I started to edit the previous post, but too much time passed, so now am adding fresh addendum to post the photos I sent to Bill.
I sent them to Bill because I knew he had a saw like mine, and wanted the benefit of how he solved the issue. Turns out, he solved it by switching tables. But he had lots of great suggestions, as he always does for any and everyone on this forum, about how to make a template.
First, I already have a negative template... or an inverse template... which is the table itself. This is the shape I needed to conform locally sourced ZCI blanks to. (Local source = Rockler store nearby)
I don't know how to use a trim router bit to transfer the interior pattern that is BELOW the perimeter seat for the throat plate. While I realize that the perimeter seat is adequate to support a ZCI, since it is all that supports the original flat metal plate, I still had to clearance the Rockler ZCI blank to fit within the protrusions below the perimeter seat due to the thickness of the Rockler blank.
Ideally, I wanted an interference fit within the protrusions below deck, since the phenolic plastic ZCI weighs a lot less than the steel plate that it replaces, and the lighter the throat plate, the more likely the throat plate can be unseated. Since the phenolic ZCI was much thicker, I wanted to take advantage of that thickness and shape the bottom side so that it would lock in edge to edge with the below deck formation
, which would contribute to the throat plate staying put, since there are no retention screws or clips that would otherwise hold it in place, unlike the original metal plate that is retained by two spring clips, as well as it's heavier metal mass.
But alas, my inexperience with milling and replicating 3d patterns such as this has been a hurdle that I have not yet been able to overcome, so I welcome any advice about how to replicate that shape.
One idea Bill mentioned was to make a positive template out of bondo, by first masking off the surrounding area, and then applying a release agent to all the undulations that I want to replicate, and a temporary bottom to hold whatever epoxy I make the positive pattern out of in place until it cures. Then, hopefully the release agent (silicone, saran wrap, something) will permit a clean removal of the "false" positive when cured, which I would then do what with?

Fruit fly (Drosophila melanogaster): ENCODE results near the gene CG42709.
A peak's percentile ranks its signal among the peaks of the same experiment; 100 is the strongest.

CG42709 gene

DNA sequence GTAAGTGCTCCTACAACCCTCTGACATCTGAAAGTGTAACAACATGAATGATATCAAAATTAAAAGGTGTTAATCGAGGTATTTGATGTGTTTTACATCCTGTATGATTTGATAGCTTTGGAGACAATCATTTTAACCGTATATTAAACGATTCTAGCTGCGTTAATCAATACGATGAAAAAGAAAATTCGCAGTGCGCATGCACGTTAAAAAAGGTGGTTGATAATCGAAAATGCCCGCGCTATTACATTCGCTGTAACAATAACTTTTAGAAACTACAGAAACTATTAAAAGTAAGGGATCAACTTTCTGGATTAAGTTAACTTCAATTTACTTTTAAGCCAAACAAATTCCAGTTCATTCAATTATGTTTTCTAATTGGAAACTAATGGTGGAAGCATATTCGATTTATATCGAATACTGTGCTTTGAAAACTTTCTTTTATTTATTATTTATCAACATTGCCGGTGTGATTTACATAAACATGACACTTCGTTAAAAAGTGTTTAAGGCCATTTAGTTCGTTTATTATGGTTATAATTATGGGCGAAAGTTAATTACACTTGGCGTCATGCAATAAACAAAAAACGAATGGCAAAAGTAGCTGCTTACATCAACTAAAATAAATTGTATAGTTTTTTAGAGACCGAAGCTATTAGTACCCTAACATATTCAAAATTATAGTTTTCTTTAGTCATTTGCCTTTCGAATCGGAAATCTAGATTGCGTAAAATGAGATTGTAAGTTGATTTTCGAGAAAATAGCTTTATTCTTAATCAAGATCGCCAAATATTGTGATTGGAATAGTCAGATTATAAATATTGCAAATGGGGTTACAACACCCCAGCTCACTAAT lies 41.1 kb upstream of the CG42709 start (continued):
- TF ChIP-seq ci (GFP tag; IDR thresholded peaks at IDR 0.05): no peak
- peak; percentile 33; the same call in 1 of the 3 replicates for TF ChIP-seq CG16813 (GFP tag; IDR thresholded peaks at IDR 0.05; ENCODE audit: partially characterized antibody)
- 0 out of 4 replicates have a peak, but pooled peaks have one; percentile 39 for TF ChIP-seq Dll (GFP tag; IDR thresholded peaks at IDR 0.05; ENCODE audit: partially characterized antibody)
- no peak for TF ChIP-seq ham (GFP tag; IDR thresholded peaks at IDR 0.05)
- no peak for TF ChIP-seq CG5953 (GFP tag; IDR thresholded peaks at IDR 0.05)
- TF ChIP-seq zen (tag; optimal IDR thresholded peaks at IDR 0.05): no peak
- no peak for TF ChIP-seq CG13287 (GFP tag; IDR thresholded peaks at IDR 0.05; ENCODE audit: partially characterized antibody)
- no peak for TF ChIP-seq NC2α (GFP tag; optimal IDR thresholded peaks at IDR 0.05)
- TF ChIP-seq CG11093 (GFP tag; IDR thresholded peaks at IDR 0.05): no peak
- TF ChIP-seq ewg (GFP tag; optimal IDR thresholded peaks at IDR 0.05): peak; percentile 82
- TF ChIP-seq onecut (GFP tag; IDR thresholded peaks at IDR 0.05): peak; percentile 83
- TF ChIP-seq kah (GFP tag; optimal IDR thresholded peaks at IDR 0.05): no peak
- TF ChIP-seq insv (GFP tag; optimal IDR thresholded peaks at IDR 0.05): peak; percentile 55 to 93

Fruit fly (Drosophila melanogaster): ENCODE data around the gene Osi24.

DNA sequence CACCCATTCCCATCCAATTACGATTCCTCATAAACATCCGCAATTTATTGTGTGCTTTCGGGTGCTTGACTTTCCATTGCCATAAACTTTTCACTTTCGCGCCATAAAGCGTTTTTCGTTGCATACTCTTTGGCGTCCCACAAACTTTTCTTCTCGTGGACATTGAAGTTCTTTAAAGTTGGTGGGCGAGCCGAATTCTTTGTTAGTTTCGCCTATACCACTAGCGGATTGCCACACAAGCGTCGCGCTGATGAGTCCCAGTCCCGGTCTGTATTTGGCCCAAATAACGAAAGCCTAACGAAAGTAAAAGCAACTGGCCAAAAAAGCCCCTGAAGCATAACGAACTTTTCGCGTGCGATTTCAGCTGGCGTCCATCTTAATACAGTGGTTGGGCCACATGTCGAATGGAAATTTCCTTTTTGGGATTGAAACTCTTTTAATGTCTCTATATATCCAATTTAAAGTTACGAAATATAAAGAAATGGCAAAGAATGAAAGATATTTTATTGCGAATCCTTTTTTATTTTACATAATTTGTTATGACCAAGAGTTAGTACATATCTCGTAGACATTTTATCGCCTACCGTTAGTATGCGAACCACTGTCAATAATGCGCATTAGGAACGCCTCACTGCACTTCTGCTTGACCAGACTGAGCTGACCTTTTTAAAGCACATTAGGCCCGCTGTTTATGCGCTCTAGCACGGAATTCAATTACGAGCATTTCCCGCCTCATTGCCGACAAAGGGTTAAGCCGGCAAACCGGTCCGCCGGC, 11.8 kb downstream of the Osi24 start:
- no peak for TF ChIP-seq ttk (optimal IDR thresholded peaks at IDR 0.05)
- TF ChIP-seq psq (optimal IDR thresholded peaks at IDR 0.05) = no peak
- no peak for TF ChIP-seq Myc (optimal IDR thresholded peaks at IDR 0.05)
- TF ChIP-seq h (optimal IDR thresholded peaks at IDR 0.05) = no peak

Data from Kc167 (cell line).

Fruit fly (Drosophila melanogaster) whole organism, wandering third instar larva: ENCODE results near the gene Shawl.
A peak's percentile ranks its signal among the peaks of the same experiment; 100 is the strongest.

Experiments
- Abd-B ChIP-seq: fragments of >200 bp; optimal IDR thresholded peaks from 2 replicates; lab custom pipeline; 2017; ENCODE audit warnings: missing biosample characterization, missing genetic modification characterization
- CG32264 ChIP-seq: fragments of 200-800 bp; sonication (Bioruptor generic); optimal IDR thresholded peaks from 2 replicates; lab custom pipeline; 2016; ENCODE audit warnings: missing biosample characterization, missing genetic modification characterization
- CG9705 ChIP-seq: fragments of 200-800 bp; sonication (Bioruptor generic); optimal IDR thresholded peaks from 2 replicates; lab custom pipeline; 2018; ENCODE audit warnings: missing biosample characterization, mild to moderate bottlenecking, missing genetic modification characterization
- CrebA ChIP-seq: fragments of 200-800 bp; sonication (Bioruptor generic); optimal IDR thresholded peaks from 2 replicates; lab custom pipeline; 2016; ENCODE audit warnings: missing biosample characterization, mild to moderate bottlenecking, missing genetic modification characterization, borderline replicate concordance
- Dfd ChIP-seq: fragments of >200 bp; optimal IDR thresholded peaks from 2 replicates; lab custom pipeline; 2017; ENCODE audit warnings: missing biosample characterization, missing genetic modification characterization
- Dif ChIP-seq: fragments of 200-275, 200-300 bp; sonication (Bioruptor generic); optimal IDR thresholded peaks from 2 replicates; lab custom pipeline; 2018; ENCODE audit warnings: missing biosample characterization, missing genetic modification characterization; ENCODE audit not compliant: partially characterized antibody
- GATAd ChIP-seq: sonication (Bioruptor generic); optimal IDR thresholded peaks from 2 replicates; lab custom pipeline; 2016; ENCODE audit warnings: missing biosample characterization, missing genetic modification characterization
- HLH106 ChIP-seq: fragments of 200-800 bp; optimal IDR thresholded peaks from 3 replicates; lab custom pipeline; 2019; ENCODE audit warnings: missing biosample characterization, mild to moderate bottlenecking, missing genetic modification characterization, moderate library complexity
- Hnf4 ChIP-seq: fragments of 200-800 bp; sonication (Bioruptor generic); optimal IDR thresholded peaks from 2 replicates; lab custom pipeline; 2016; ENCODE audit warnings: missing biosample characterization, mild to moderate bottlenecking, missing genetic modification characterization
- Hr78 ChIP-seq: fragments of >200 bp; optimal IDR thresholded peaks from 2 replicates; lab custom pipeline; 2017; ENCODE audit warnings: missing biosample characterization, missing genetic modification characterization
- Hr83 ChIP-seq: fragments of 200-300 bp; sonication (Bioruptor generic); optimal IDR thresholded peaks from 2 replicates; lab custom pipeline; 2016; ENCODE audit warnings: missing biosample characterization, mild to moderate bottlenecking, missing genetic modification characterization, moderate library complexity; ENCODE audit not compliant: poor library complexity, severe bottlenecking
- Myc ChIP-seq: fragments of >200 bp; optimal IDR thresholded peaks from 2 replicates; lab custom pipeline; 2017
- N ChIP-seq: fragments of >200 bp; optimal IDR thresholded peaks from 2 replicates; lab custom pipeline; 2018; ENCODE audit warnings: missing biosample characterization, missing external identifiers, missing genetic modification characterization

Place upside down on a work surface, clamp in place... then? I just don't know how I would transfer that pattern to a piece of hardwood or another piece of phenolic. It seems like sandwiching them together for the trim router to do it's job with the bearing riding on the pattern and the cutter riding on the material to be cut wouldn't work, because the edge is layered and complex, and the rise of each rabbit layer is as important as the run. So I can't get my mind around how to make it happen... but again, I welcome any and all instruction.
Left to my own devices, the only way I could come up with was free handing with an end cutter (for making dados) on my only router, which has a base way too big for this kind of work. The base didn't have much to ride on when working the edges at only a limited depth, and half the base of the router was unsupported, leading to my fighting to keep the larger router level, while still free handing the cut. The results were not pretty.
I would have liked to have done better. Much better. The insert now fits OK, without riding high on the below deck protrusions before making full contact with the perimeter seat, but I did not achieve the below deck interference fit with those protrusions that I originally wanted. My router was too big (1613EVS) for my inexperienced hands to control entirely freehand with no pilot bearing (because there was no edge that the pilot bearing could act on, as the cuts were only partial depth.
As it sits now:
Since I need to make two more of these (one to clear all bevels up to 45 degrees, and another for dado work), it would be a relief if I could find an easier solution or make better renditions the second and third time around.